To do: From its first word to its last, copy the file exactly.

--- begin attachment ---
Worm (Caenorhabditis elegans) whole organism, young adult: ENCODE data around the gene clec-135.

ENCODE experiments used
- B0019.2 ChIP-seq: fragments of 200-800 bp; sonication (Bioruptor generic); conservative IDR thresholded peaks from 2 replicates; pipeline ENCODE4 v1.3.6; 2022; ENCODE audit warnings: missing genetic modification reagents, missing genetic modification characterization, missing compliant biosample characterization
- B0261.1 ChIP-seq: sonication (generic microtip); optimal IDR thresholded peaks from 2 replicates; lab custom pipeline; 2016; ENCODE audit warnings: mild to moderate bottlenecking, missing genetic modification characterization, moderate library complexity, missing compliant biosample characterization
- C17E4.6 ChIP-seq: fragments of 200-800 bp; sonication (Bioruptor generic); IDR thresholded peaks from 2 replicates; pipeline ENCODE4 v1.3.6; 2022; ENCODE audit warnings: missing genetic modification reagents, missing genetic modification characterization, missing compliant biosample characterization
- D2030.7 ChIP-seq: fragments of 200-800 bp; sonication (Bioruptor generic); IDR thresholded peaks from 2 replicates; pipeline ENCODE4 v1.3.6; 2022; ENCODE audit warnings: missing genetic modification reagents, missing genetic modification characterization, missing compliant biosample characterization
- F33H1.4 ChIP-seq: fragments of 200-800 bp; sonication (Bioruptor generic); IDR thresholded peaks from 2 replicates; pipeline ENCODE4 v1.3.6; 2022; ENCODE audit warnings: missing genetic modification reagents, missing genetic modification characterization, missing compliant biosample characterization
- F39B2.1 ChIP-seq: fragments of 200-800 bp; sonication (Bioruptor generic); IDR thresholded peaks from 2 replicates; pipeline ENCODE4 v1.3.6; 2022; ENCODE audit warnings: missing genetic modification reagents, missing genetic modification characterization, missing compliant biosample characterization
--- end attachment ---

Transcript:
Worm (Caenorhabditis elegans) whole organism, young adult: ENCODE data around the gene clec-135.

ENCODE experiments used
- B0019.2 ChIP-seq: fragments of 200-800 bp; sonication (Bioruptor generic); conservative IDR thresholded peaks from 2 replicates; pipeline ENCODE4 v1.3.6; 2022; ENCODE audit warnings: missing genetic modification reagents, missing genetic modification characterization, missing compliant biosample characterization
- B0261.1 ChIP-seq: sonication (generic microtip); optimal IDR thresholded peaks from 2 replicates; lab custom pipeline; 2016; ENCODE audit warnings: mild to moderate bottlenecking, missing genetic modification characterization, moderate library complexity, missing compliant biosample characterization
- C17E4.6 ChIP-seq: fragments of 200-800 bp; sonication (Bioruptor generic); IDR thresholded peaks from 2 replicates; pipeline ENCODE4 v1.3.6; 2022; ENCODE audit warnings: missing genetic modification reagents, missing genetic modification characterization, missing compliant biosample characterization
- D2030.7 ChIP-seq: fragments of 200-800 bp; sonication (Bioruptor generic); IDR thresholded peaks from 2 replicates; pipeline ENCODE4 v1.3.6; 2022; ENCODE audit warnings: missing genetic modification reagents, missing genetic modification characterization, missing compliant biosample characterization
- F33H1.4 ChIP-seq: fragments of 200-800 bp; sonication (Bioruptor generic); IDR thresholded peaks from 2 replicates; pipeline ENCODE4 v1.3.6; 2022; ENCODE audit warnings: missing genetic modification reagents, missing genetic modification characterization, missing compliant biosample characterization
- F39B2.1 ChIP-seq: fragments of 200-800 bp; sonication (Bioruptor generic); IDR thresholded peaks from 2 replicates; pipeline ENCODE4 v1.3.6; 2022; ENCODE audit warnings: missing genetic modification reagents, missing genetic modification characterization, missing compliant biosample characterization